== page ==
by Charles R. Swindoll
A bazaar was held in a village in northern India. Everyone brought his wares to trade and sell. One old farmer brought in a whole covey of quail. He had tied a string around one leg of each bird. The other ends of all the strings were tied to a ring which fit loosely over a central stick. He had taught the quail to walk dolefully in a circle, around and around, like mules at a sugarcane mill. Nobody seemed interested in buying the birds until a devout Brahman came along. He believed in the Hindu idea of respect for all life, so his heart of compassion went out to those poor little creatures walking in their monotonous circles.
"I want to buy them all," he told the merchant, who was elated. After receiving the money, he was surprised to hear the buyer say, "Now, I want you to set them all free."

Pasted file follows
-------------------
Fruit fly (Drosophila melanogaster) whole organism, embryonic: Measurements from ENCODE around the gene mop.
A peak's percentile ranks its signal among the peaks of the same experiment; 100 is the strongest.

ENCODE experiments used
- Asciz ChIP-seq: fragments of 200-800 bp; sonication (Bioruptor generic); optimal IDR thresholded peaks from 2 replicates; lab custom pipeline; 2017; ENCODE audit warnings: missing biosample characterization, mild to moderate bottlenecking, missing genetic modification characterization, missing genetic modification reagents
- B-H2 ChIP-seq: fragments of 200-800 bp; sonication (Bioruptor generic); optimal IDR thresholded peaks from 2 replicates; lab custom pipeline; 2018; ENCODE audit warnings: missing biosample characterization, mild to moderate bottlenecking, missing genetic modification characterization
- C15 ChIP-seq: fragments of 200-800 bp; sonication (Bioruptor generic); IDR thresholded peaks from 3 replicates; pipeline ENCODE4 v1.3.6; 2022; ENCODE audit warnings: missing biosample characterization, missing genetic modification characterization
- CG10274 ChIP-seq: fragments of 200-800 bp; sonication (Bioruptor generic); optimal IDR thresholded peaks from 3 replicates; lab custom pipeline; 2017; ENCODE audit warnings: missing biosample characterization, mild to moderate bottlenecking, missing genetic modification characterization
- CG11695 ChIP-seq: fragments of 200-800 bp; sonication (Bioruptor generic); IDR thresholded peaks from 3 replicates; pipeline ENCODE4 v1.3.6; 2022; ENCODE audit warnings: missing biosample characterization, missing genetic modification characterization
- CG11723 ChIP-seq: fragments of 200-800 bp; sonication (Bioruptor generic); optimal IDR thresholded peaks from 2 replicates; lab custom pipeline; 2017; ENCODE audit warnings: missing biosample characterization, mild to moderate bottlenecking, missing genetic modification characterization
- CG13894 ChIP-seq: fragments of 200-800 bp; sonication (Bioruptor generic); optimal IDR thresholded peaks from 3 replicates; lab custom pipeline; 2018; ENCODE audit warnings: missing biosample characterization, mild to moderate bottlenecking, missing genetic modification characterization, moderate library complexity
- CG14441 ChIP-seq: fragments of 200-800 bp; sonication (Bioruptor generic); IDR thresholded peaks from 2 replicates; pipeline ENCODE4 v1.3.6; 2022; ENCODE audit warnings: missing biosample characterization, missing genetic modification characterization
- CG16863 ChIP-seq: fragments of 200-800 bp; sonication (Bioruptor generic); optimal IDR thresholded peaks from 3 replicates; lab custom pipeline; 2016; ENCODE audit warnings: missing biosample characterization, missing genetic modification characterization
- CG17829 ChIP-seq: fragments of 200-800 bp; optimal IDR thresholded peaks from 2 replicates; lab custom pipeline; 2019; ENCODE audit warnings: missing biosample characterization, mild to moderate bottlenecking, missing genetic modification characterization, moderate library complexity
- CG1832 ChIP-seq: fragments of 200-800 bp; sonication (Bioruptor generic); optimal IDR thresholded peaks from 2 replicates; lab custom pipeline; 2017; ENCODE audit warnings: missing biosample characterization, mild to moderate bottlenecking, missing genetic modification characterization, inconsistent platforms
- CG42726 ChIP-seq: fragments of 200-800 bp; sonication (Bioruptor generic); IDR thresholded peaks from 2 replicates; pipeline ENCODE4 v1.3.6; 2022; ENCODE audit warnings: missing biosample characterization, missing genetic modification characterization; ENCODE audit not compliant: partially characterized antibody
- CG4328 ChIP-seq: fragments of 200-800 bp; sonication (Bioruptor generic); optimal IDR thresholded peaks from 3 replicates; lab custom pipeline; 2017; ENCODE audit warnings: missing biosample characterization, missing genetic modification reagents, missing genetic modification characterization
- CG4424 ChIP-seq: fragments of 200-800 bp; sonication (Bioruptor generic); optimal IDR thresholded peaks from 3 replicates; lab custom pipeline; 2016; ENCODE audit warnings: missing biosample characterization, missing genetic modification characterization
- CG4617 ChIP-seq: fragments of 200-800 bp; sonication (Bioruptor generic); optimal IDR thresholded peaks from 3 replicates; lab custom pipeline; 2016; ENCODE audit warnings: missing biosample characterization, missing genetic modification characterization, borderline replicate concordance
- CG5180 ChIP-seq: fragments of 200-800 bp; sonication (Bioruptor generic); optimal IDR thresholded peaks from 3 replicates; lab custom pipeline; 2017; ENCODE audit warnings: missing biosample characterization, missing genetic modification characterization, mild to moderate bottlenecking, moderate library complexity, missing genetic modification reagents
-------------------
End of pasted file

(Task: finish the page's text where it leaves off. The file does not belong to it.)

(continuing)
"What's that, sir?"
"You heard me. Cut the strings from their legs and turn them loose. Set them all free!"
With a shrug, the old farmer bent down and snipped the strings off the quail. They were freed at last. What happened? The birds simply continued marching around and around in a circle. Finally, the man had to shoo them off. But even when they landed some distance away, they resumed their predictable march. Free, unfettered, released . . . yet they kept going around in circles as if still tied.
Until you give yourself permission to be the unique person God made you to be . . . and to do the unpredictable things grace allows you to do . . . you will be like that covey of quail, marching around in vicious circles of fear, timidity, and boredom.
Excerpted from Day by Day with Charles Swindoll, Copyright © 2000 by Charles R. Swindoll, Inc. (Thomas Nelson Publishers). All rights reserved worldwide. Used by permission.